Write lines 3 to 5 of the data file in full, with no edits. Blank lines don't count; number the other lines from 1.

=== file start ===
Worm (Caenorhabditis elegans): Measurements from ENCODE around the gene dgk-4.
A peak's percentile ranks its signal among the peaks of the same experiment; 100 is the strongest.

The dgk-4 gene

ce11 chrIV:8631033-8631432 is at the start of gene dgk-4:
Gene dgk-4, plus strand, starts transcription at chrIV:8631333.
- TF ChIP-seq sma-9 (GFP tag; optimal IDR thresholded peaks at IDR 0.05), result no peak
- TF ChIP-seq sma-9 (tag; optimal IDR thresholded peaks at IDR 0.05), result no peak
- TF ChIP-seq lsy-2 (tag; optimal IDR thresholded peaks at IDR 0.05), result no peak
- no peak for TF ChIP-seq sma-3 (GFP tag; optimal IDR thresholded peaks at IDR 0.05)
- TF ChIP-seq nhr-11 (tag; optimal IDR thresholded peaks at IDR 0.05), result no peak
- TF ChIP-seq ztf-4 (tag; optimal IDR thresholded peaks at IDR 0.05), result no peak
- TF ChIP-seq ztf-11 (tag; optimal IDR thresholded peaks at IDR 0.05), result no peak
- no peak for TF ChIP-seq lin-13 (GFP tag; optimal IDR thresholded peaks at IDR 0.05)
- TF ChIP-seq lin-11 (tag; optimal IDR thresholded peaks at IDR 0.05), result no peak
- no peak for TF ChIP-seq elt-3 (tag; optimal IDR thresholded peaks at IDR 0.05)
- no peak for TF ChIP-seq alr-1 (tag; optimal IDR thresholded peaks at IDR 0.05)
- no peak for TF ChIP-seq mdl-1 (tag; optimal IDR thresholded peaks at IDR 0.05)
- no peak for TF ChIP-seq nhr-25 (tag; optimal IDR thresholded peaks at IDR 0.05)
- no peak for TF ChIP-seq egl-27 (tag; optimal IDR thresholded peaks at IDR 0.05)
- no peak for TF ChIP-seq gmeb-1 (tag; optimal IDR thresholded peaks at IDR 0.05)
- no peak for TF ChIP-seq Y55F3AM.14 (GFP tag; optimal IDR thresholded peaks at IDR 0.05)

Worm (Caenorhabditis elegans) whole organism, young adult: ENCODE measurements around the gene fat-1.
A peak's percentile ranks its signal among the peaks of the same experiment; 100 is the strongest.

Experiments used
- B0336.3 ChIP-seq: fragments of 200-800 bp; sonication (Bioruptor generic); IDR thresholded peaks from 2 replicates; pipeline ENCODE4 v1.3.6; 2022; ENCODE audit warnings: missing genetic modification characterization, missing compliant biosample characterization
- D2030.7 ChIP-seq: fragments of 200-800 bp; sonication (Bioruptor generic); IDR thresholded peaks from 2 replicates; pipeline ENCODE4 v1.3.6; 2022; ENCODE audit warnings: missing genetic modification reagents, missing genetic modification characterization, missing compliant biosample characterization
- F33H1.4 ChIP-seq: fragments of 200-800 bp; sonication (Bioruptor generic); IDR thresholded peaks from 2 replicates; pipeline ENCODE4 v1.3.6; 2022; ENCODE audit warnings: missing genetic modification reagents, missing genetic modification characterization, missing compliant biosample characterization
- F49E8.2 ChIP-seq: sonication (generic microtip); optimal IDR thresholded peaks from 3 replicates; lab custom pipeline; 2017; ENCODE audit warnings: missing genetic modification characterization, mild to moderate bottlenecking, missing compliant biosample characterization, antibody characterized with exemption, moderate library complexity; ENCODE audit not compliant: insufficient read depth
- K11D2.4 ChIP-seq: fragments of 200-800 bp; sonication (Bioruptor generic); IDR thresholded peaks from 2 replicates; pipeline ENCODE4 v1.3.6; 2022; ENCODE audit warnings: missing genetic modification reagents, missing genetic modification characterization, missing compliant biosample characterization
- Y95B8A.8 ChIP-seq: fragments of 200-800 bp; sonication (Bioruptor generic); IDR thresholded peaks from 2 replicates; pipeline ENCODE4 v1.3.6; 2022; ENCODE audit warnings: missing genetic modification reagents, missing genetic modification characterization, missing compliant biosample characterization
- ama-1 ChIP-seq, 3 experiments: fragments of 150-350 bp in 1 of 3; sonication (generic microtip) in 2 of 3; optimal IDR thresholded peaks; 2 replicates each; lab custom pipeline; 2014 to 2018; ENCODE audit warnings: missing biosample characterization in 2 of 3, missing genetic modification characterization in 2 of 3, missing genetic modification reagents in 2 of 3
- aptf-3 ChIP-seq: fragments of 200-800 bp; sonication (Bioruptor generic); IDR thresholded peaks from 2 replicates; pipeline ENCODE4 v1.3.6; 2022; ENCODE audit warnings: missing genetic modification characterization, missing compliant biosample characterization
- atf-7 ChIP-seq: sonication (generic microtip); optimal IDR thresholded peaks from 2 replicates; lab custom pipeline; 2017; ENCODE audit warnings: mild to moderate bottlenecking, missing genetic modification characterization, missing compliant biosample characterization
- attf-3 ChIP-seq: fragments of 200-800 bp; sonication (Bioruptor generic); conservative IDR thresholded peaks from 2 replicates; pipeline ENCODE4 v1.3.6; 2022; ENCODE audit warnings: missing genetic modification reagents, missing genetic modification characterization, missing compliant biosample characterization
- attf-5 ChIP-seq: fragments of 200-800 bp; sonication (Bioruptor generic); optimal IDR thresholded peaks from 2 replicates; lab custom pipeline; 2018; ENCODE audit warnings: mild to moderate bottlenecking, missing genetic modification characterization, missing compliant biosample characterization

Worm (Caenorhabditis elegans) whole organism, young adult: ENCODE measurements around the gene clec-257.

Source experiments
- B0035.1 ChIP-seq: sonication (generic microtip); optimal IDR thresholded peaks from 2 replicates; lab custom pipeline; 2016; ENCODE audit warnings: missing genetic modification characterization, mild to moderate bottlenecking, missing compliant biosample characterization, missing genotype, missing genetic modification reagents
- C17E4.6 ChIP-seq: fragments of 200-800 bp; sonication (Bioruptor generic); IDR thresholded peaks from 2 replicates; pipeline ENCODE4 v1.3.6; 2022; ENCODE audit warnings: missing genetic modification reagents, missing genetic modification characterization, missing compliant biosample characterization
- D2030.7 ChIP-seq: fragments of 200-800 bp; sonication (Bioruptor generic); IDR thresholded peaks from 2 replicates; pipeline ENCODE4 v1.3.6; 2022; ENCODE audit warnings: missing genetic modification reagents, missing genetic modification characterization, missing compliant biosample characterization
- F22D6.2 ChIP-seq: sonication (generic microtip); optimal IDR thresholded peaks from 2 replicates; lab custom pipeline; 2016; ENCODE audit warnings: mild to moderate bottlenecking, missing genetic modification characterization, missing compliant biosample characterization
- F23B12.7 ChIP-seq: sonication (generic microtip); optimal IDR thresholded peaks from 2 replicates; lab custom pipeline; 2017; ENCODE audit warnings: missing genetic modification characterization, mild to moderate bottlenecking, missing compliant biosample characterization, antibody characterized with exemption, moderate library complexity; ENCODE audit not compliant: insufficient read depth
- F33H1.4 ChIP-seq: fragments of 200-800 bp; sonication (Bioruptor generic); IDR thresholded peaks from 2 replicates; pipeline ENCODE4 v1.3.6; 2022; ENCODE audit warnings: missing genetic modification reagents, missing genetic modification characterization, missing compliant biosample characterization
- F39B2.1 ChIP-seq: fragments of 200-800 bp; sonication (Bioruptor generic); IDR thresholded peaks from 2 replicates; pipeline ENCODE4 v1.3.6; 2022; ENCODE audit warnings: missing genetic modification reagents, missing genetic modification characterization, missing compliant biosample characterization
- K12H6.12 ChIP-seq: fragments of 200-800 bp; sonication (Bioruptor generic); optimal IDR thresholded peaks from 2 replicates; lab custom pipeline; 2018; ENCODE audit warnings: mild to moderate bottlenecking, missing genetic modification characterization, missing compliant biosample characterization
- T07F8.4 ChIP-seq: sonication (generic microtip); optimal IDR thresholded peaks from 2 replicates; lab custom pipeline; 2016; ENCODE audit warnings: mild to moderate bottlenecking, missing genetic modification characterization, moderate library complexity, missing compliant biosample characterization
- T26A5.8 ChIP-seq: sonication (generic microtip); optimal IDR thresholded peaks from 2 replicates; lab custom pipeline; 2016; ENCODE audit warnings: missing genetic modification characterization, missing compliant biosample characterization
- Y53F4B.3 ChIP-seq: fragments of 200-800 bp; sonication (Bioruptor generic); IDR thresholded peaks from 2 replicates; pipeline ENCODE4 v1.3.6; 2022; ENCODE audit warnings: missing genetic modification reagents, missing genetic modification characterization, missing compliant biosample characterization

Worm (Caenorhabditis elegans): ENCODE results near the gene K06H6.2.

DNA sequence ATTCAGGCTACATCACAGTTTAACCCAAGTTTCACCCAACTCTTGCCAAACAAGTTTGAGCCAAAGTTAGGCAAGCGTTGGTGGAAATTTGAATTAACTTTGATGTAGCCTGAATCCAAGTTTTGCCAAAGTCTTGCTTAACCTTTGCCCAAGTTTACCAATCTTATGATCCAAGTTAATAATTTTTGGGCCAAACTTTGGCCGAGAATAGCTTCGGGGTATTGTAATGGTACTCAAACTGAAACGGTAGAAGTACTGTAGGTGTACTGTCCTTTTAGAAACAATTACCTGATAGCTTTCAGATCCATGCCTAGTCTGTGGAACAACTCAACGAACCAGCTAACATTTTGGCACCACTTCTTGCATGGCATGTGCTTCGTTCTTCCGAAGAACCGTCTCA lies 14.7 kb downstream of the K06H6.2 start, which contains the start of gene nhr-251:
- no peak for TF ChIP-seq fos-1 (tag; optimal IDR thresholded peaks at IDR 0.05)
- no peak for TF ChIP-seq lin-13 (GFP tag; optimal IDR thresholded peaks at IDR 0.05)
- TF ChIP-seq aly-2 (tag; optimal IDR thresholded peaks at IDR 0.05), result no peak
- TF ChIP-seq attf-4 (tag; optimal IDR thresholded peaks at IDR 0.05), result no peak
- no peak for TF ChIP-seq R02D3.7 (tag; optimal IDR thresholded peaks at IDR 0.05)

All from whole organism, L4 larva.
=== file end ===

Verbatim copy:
The dgk-4 gene

ce11 chrIV:8631033-8631432 is at the start of gene dgk-4:
Gene dgk-4, plus strand, starts transcription at chrIV:8631333.